Choosing the right equipment
There’s only a few things you’ll need and it should cost just a little over $100. Certainly, you can spend thousands on sophisticated extraction equipment but this is a lesson for those looking to make their own oil in a cost effective way. Here’s where you can find the needed items online:
- Aroma Simply Stainless 6-Cup Rice Cooker
- Etekcity Lasergrip 774 Non-contact Digital Laser Infrared Thermometer Temperature Gun
- SEOH Filtration Kit 500ML with 90MM Funnel and Hand Pump
- Whatman 1003-090 Quantitative Filter Paper Circles, 6 Micron, 26 s/100mL/sq inch Flow Rate, Grade 3, 90mm Diameter (Pack of 100)
Choosing the right solvent
Makers of Rick Simpson Oil will argue about this all day long, but we believe the answer is simple. Most use Everclear as a solvent solution to extract the oils from the ground flower and that’s fine. Others will argue that you should use a much higher proof alcohol because Everclear and other similar alcohols have a lower proof and contain more water. Some people have even used isopropyl alcohol because it is 99.9% concentrated. Our opinion is that you should choose an organic alcohol with a proof of 150-190, which you can find from various suppliers online and disregard the argument that a higher proof is better. During the extraction the temperature is raised to over 240 degrees F which dispels any water from the oil extraction. Rick Simpson even recommends in his video to squirt a few drops of water in your extraction to help quickly spike the temperature up a little higher, so don’t fret if you can’t get the highest proof alcohol on the planet. It will work just fine. The rule of thumb is approximately 1 gallon of alcohol per pound of dry flower material should be sufficient in absorbing the oils off of the plant. Some will even recommend using another gallon of alcohol to re-saturate the same flower material and rinse it for a second time. This results in a greater total yield, but the quality of the oil will be darker and slightly clumpier because on the second round the alcohol starts extracting more of the chlorophyll, waxes and fats from the flowers. If you just do one rinse of the flower material you will yield approximately 40-50 grams of oil. If you do the second rinse you will yield approximately 50-70 grams of oil. It really varies a lot due to the quality of the starting material. If you want to work with smaller quantities of starting material first, rather than risking it on a $2500 pound of flower, that would be advisable. Just reduce the recipe in half or even one quarter.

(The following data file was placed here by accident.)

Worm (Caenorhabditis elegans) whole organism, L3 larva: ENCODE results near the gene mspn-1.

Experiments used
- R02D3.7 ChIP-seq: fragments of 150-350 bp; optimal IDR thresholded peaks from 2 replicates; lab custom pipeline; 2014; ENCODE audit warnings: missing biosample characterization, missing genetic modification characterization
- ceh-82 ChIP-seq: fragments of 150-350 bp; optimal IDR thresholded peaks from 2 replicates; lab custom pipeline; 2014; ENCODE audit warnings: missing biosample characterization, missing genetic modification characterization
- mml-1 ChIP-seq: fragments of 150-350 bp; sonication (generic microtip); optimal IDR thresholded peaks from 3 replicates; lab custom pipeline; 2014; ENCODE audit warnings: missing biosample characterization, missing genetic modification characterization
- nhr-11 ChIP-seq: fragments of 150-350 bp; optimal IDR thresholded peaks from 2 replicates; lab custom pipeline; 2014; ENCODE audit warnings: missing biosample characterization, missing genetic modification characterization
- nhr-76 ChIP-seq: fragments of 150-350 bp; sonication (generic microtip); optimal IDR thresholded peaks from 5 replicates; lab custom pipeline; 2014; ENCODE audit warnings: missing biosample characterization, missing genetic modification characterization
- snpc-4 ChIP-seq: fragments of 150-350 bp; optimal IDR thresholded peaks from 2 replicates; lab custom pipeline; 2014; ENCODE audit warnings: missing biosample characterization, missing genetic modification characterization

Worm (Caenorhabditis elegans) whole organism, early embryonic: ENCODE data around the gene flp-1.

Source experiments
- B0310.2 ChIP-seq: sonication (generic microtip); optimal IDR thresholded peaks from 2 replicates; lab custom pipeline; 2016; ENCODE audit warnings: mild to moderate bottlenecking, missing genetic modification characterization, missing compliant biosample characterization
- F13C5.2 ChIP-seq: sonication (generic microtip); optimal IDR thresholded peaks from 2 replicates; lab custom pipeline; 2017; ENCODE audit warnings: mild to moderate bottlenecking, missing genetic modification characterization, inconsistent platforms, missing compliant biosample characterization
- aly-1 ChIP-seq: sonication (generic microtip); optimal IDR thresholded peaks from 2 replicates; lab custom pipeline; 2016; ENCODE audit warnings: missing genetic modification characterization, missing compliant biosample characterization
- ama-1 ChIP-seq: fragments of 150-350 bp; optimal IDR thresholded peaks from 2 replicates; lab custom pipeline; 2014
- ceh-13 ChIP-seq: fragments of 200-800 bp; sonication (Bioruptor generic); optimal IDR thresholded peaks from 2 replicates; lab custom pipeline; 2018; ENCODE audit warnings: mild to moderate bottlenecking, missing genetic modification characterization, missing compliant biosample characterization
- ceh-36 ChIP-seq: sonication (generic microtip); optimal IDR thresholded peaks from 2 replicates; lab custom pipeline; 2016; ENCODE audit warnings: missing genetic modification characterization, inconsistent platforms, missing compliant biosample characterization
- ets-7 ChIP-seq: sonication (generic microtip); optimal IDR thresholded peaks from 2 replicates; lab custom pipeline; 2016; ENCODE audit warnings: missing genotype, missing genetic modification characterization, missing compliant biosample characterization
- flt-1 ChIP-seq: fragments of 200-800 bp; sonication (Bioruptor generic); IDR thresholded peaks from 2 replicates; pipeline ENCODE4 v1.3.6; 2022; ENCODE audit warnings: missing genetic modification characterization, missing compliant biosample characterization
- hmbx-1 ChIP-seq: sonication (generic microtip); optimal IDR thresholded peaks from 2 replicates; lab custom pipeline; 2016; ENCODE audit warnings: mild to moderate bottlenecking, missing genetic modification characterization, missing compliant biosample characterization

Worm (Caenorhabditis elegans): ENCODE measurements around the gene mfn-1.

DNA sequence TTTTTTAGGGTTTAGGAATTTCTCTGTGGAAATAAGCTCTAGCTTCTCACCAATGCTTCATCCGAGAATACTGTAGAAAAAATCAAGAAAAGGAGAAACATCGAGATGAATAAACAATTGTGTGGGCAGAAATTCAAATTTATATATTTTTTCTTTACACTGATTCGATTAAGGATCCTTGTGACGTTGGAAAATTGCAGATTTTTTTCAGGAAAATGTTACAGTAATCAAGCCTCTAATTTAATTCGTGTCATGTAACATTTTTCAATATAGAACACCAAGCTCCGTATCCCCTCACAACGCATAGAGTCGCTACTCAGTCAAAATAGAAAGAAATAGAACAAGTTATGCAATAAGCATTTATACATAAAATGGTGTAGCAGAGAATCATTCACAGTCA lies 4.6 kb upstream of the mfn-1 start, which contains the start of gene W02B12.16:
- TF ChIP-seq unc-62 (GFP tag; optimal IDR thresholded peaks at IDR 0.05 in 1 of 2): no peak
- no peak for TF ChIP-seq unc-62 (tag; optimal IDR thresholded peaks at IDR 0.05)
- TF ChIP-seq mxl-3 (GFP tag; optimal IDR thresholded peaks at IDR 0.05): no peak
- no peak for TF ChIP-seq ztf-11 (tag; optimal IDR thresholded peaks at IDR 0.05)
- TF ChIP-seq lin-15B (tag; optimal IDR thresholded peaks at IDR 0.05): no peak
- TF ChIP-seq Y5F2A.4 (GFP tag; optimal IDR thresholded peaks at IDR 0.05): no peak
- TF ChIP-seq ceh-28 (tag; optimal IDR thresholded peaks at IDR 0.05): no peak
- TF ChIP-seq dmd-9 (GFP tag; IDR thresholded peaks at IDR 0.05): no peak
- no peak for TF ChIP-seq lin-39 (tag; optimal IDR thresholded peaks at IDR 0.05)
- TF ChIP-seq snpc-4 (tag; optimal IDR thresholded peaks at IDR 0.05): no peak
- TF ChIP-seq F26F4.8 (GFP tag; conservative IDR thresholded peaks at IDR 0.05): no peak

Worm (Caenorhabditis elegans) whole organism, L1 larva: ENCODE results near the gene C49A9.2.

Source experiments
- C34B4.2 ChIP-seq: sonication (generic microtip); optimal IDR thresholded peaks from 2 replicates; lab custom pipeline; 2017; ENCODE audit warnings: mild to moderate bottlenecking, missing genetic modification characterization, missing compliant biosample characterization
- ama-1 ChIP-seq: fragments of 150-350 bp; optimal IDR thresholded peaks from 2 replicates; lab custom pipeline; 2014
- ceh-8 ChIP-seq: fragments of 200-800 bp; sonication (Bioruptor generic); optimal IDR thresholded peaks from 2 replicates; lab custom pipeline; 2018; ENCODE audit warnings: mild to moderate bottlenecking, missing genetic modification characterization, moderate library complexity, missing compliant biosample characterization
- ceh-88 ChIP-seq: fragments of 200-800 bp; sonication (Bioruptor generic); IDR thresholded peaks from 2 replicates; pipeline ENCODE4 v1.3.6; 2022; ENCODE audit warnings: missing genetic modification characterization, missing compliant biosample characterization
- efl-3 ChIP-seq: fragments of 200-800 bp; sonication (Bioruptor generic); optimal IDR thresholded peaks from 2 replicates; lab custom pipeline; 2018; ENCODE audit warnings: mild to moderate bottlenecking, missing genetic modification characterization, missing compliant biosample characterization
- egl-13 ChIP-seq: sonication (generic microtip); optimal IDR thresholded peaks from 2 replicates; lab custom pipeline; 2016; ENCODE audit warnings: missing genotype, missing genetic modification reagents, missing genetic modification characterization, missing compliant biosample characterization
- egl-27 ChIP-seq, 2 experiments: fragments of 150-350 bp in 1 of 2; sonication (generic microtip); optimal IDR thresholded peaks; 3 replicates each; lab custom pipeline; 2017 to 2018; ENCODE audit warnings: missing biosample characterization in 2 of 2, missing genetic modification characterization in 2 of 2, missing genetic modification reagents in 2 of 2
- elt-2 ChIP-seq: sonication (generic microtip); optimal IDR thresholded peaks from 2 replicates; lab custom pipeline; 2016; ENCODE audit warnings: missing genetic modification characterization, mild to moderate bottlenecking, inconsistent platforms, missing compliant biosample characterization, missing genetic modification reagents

The process | How to make Rick Simpson Oil
This could be a lengthy discussion on the various ways to do this, but we’re going to keep it short and to the point based on how we learned to get the best results. Please, feel free to create your own variations depending on your craftiness and skill level as you progress. We’ll present the process in the form of a step by step, numbered list and if you’d like to comment on your favorite way, feel free to do so in the comment section. And always, ALWAYS do this outside in a well ventilated area. Sorry no photos on this section 🙂
- Dehydrate the flower material at 130 degrees F to remove as much unwanted moisture as possible.
- Put the flower material in an air tight container. There is a ton of moisture created in the freezer and if you don’t seal it off properly, the moisture you just removed will seep right back in. The longer and deeper you can freeze the material, the better. Minimum 48 hours. A week is ideal. (This will all make sense in just a few moments)
- Next, toss your alcohol solvent right in the freezer as well. Freeze it for a week if you can. Once both your dry material and alcohol are frozen, now the material can be soaked or washed it is often called.